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March 1985

Resident's Page

Arch Otolaryngol. 1985;111(3):204-207. doi:10.1001/archotol.1985.00800050098016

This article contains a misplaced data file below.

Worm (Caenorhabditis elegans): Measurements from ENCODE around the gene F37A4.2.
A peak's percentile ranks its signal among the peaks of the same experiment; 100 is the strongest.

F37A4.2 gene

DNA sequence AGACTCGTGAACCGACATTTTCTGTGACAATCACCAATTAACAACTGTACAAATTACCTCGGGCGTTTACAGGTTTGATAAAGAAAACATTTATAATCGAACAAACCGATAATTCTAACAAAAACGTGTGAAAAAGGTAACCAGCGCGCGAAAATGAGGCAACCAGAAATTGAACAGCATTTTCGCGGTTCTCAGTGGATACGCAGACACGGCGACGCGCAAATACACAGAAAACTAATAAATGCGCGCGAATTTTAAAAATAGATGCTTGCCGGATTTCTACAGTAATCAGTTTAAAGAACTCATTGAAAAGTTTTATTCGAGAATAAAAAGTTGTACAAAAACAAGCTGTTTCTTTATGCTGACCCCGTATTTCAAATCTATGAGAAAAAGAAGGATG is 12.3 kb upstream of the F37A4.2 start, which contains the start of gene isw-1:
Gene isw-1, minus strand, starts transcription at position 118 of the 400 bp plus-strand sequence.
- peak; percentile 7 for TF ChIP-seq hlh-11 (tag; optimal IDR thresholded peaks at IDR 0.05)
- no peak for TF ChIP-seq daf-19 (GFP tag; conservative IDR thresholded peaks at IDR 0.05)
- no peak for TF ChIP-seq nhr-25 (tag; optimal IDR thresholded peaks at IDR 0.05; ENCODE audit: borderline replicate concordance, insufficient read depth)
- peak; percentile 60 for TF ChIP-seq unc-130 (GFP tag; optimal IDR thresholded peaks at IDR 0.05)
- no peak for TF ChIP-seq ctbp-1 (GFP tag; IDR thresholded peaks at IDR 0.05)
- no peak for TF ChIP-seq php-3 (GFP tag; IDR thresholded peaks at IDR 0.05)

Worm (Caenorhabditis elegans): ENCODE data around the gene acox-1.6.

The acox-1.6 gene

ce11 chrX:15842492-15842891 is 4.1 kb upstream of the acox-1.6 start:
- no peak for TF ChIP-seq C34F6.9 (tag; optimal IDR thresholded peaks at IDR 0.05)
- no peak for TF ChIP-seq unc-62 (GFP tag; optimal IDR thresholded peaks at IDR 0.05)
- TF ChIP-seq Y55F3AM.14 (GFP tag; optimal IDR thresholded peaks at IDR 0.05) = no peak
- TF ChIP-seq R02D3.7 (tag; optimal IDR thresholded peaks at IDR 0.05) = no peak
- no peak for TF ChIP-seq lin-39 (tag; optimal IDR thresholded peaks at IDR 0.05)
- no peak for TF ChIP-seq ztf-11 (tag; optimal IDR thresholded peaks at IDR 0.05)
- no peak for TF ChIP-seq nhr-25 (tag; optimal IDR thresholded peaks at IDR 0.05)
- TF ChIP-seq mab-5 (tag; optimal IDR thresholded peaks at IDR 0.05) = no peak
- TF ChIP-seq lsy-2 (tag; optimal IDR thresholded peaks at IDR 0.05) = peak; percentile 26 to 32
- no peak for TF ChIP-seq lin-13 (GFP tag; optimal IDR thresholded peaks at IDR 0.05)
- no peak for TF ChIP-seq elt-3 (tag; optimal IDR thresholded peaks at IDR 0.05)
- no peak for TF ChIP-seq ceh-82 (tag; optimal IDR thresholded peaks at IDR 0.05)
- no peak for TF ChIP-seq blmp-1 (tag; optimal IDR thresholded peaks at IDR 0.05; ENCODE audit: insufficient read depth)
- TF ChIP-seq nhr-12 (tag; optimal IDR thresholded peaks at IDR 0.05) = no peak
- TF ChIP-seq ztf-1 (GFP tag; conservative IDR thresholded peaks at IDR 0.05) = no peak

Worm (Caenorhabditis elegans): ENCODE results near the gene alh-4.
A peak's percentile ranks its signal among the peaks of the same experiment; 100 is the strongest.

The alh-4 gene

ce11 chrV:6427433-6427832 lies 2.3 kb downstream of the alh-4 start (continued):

Raja A. Atiyah, MD; Carl F. Wurster, MD; Mark A. Fritsch, MD; George A. Sisson, MD; Chicago  A 68-year-old woman had a left parotid mass that had been present for 25 years but had begun enlarging over the previous three months. Pertinent medical history included a low-dose radiation treatment to the head and neck area during childhood for "enlarged paratracheal lymph glands," a benign breast mass removed in 1939, and the diagnosis of polymyositis treated since 1977, with prednisone and azathioprine.On examination, the patient had a 3 × 3-cm left tail of parotid mass that was nontender and mobile. The facial nerve was intact in all divisions. The remainder of the head and neck examination results were normal, and the general physical findings were unremarkable.The patient underwent a left superficial parotidectomy. The tumor in the superficial lobe was removed in toto; its microscopic appearance